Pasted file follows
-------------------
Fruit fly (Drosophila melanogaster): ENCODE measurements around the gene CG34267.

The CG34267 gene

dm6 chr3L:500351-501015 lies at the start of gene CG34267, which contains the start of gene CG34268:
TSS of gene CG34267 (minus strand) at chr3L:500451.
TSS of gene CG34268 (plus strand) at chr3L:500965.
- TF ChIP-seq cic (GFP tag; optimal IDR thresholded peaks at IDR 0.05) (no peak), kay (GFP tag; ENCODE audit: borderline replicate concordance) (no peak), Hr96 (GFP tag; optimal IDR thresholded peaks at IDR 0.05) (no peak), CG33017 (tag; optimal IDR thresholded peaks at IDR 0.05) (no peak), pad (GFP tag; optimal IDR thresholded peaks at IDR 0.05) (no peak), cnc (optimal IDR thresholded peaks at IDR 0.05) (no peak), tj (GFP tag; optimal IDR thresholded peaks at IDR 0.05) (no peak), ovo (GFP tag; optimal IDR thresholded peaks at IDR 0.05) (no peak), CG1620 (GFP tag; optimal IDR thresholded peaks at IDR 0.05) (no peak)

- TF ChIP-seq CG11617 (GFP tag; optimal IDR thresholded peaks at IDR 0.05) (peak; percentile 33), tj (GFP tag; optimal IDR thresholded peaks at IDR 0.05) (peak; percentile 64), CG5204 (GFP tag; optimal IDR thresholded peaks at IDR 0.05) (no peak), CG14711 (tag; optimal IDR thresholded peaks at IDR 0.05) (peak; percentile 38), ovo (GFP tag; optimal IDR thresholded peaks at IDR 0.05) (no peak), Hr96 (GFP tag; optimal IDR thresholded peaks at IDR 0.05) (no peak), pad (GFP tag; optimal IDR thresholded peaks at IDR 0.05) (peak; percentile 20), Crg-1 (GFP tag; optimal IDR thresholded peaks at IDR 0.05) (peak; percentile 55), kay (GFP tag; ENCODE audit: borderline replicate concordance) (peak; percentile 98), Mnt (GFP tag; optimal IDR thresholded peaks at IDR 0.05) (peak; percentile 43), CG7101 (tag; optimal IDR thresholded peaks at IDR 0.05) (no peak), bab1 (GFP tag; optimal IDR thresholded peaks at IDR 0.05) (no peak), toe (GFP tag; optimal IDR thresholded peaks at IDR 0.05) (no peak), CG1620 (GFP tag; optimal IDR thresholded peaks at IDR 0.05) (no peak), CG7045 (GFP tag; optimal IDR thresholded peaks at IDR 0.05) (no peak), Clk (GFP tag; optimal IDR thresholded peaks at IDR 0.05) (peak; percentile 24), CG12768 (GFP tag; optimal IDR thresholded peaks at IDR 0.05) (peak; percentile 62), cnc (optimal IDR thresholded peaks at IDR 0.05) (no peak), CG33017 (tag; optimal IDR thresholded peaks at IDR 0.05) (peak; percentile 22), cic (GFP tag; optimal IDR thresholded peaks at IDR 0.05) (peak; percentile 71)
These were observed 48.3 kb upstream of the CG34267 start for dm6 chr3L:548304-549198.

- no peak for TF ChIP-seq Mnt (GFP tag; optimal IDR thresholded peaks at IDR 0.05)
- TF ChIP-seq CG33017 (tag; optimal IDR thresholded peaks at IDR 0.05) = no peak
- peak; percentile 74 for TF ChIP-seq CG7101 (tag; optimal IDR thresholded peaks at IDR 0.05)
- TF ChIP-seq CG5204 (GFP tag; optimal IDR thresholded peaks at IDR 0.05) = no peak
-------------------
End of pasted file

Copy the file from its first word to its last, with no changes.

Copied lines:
Fruit fly (Drosophila melanogaster): ENCODE measurements around the gene CG34267.

The CG34267 gene

dm6 chr3L:500351-501015 lies at the start of gene CG34267, which contains the start of gene CG34268:
TSS of gene CG34267 (minus strand) at chr3L:500451.
TSS of gene CG34268 (plus strand) at chr3L:500965.
- TF ChIP-seq cic (GFP tag; optimal IDR thresholded peaks at IDR 0.05) (no peak), kay (GFP tag; ENCODE audit: borderline replicate concordance) (no peak), Hr96 (GFP tag; optimal IDR thresholded peaks at IDR 0.05) (no peak), CG33017 (tag; optimal IDR thresholded peaks at IDR 0.05) (no peak), pad (GFP tag; optimal IDR thresholded peaks at IDR 0.05) (no peak), cnc (optimal IDR thresholded peaks at IDR 0.05) (no peak), tj (GFP tag; optimal IDR thresholded peaks at IDR 0.05) (no peak), ovo (GFP tag; optimal IDR thresholded peaks at IDR 0.05) (no peak), CG1620 (GFP tag; optimal IDR thresholded peaks at IDR 0.05) (no peak)

- TF ChIP-seq CG11617 (GFP tag; optimal IDR thresholded peaks at IDR 0.05) (peak; percentile 33), tj (GFP tag; optimal IDR thresholded peaks at IDR 0.05) (peak; percentile 64), CG5204 (GFP tag; optimal IDR thresholded peaks at IDR 0.05) (no peak), CG14711 (tag; optimal IDR thresholded peaks at IDR 0.05) (peak; percentile 38), ovo (GFP tag; optimal IDR thresholded peaks at IDR 0.05) (no peak), Hr96 (GFP tag; optimal IDR thresholded peaks at IDR 0.05) (no peak), pad (GFP tag; optimal IDR thresholded peaks at IDR 0.05) (peak; percentile 20), Crg-1 (GFP tag; optimal IDR thresholded peaks at IDR 0.05) (peak; percentile 55), kay (GFP tag; ENCODE audit: borderline replicate concordance) (peak; percentile 98), Mnt (GFP tag; optimal IDR thresholded peaks at IDR 0.05) (peak; percentile 43), CG7101 (tag; optimal IDR thresholded peaks at IDR 0.05) (no peak), bab1 (GFP tag; optimal IDR thresholded peaks at IDR 0.05) (no peak), toe (GFP tag; optimal IDR thresholded peaks at IDR 0.05) (no peak), CG1620 (GFP tag; optimal IDR thresholded peaks at IDR 0.05) (no peak), CG7045 (GFP tag; optimal IDR thresholded peaks at IDR 0.05) (no peak), Clk (GFP tag; optimal IDR thresholded peaks at IDR 0.05) (peak; percentile 24), CG12768 (GFP tag; optimal IDR thresholded peaks at IDR 0.05) (peak; percentile 62), cnc (optimal IDR thresholded peaks at IDR 0.05) (no peak), CG33017 (tag; optimal IDR thresholded peaks at IDR 0.05) (peak; percentile 22), cic (GFP tag; optimal IDR thresholded peaks at IDR 0.05) (peak; percentile 71)
These were observed 48.3 kb upstream of the CG34267 start for dm6 chr3L:548304-549198.

- no peak for TF ChIP-seq Mnt (GFP tag; optimal IDR thresholded peaks at IDR 0.05)
- TF ChIP-seq CG33017 (tag; optimal IDR thresholded peaks at IDR 0.05) = no peak
- peak; percentile 74 for TF ChIP-seq CG7101 (tag; optimal IDR thresholded peaks at IDR 0.05)
- TF ChIP-seq CG5204 (GFP tag; optimal IDR thresholded peaks at IDR 0.05) = no peak